If you want to find out more about Global Ecopolitics: Crisis, Governance, and Justice, Second Edition, click here to view the table of contents and read an exclusive excerpt from the book.


    Peter J. Stoett is Dean of the Faculty of Social Science and Humanities at the University of Ontario Institute Of Technology.

  • The Politics of Policymaking in Canada

    The Public Servant’s Guide to Government in Canada, written by Alex Marland and Jared J. Wesley, is a concise primer on the inner workings of government in Canada. As former public servants themselves, these authors know the difficulties in understanding how modern government operates, and how hard it can be to find your place within it. In this post, Jared J. Wesley discusses his own experience of working as a public servant, and how The Public Servant’s Guide to Government in Canada came to fruition.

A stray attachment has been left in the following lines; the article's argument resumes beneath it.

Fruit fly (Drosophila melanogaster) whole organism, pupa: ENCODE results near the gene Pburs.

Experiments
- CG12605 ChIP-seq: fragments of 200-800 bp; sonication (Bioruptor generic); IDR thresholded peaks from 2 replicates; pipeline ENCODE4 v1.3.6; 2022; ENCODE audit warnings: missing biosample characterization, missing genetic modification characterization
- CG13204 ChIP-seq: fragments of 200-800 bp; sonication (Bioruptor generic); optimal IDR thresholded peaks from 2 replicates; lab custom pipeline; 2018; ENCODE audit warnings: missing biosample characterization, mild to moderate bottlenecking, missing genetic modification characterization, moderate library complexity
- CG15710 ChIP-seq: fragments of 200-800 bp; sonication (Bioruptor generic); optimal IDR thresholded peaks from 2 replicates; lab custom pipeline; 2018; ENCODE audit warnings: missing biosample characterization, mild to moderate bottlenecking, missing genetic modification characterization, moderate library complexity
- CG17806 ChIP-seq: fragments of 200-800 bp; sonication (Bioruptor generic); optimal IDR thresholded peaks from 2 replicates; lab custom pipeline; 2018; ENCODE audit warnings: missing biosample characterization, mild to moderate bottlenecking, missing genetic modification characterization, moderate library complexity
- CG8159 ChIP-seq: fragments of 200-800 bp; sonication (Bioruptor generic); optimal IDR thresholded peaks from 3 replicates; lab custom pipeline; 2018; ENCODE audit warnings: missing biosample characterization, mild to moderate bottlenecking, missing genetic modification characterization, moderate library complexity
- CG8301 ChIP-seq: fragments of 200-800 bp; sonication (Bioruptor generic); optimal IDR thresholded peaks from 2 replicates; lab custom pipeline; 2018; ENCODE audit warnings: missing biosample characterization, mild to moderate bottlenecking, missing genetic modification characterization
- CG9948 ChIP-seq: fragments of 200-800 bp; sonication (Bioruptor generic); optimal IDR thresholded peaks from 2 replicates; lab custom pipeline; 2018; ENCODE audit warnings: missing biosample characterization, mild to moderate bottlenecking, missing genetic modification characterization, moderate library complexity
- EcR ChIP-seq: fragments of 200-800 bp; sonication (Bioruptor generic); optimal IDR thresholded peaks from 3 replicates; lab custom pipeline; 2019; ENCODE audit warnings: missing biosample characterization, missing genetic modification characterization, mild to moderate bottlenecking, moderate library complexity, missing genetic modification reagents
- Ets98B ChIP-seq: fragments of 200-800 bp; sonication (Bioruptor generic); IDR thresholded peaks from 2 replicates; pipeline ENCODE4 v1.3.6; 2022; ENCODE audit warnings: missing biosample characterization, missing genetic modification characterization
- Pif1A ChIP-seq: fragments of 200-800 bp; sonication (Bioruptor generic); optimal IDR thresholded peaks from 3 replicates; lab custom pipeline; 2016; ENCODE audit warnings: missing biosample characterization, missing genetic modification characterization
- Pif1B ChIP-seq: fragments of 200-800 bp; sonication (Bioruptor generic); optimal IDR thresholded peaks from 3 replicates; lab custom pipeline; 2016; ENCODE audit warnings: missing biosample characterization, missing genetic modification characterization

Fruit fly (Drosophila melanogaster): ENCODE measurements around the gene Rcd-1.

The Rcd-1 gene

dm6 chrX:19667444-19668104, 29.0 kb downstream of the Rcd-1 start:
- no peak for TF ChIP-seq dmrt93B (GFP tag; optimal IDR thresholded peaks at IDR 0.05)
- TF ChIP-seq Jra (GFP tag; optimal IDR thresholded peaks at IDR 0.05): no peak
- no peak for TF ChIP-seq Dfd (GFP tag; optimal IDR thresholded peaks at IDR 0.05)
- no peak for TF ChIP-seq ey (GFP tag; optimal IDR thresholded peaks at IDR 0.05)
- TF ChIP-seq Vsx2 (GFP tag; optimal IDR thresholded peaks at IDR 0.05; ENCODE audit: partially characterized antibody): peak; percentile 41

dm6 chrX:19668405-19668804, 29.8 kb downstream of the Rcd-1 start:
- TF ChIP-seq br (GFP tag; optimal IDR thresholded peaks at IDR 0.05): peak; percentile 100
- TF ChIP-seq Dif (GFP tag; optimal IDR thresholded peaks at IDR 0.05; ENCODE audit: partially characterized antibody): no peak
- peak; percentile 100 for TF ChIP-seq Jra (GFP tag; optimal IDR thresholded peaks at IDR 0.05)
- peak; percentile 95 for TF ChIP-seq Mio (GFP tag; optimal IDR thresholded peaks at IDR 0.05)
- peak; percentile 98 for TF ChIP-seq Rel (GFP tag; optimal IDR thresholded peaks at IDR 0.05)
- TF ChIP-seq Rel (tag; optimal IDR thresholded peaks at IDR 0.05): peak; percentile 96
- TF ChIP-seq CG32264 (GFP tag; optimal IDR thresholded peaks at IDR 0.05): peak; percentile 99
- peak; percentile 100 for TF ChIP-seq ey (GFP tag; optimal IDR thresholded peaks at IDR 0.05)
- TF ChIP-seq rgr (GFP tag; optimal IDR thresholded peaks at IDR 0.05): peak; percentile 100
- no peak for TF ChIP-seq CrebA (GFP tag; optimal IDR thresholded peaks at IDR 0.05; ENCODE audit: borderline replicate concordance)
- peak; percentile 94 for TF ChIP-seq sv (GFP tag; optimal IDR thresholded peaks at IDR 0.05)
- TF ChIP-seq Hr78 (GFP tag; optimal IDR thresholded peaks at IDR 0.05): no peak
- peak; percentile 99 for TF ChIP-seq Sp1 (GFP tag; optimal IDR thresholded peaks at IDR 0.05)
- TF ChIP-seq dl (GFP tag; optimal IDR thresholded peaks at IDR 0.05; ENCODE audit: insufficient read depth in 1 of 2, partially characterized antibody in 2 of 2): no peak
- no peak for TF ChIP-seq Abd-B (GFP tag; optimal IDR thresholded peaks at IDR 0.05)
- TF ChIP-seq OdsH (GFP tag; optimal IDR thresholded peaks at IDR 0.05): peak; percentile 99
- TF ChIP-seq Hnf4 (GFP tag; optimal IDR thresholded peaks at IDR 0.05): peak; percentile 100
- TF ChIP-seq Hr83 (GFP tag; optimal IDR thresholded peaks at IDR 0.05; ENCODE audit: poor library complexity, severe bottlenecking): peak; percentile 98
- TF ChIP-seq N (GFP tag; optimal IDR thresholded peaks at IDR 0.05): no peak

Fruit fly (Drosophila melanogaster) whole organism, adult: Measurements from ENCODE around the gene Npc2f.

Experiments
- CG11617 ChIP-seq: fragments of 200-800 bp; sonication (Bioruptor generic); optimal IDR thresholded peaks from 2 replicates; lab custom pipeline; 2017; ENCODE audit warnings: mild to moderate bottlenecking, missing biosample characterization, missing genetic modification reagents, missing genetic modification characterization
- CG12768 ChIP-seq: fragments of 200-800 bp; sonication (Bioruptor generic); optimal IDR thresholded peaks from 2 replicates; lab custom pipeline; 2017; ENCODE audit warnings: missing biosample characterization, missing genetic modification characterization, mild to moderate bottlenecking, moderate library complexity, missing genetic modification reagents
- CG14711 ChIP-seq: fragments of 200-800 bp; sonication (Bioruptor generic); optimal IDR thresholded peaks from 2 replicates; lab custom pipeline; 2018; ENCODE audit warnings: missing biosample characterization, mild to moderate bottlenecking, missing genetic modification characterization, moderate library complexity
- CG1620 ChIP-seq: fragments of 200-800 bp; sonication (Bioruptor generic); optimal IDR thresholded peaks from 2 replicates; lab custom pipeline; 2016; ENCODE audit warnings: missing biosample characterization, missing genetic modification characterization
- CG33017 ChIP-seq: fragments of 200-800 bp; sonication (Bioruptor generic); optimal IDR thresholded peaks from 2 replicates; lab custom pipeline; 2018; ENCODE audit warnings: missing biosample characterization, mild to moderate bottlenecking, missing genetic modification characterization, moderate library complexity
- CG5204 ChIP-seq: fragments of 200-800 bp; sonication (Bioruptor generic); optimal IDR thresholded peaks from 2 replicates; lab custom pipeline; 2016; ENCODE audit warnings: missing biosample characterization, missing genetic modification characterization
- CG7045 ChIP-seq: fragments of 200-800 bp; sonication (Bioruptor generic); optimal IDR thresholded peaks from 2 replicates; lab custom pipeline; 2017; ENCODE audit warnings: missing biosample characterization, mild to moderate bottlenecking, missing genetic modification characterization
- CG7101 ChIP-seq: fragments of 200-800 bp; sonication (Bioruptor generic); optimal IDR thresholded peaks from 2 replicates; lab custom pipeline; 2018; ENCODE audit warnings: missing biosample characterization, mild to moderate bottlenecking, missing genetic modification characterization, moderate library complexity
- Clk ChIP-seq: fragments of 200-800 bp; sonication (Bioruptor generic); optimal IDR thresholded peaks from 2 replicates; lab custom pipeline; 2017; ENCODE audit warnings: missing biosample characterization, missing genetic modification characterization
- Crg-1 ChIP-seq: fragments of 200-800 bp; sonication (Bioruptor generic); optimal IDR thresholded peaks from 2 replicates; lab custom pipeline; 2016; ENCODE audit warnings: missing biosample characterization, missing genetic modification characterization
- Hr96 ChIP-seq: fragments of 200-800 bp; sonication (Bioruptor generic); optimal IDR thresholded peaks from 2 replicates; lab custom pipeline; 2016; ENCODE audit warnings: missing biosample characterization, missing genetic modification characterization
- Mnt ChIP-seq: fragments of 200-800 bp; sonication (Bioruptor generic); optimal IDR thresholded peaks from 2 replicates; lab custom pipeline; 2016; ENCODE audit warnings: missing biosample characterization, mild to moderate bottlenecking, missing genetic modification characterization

The longest day of my public servant career featured a layover in the Regina airport.  At a national meeting of government executives, I had spent the better part of the afternoon advising a provincial government minister against appearing before a House of Commons parliamentary committee to support a piece of federal legislation.  “Think of the profile it would give us,” he told his political chief of staff.  “And think of the road trip,” replied the staffer.  “With respect,” I interrupted, “it’s not customary for provincial ministers to testify in parliamentary hearings.  In fact,” I frantically consulted my notes, “Alberta has only sent one minister before a federal committee in the past twenty years.  And you’d need approval from the Premier’s Office.” “We’re anything but customary,” I could read on the minister’s face. “It actually lowers your status,” I went on.  “You should engage your federal counterparts on a government to government basis.  It preserves your authority – your government’s authority – as opposed to being treated like just another federal stakeholder.”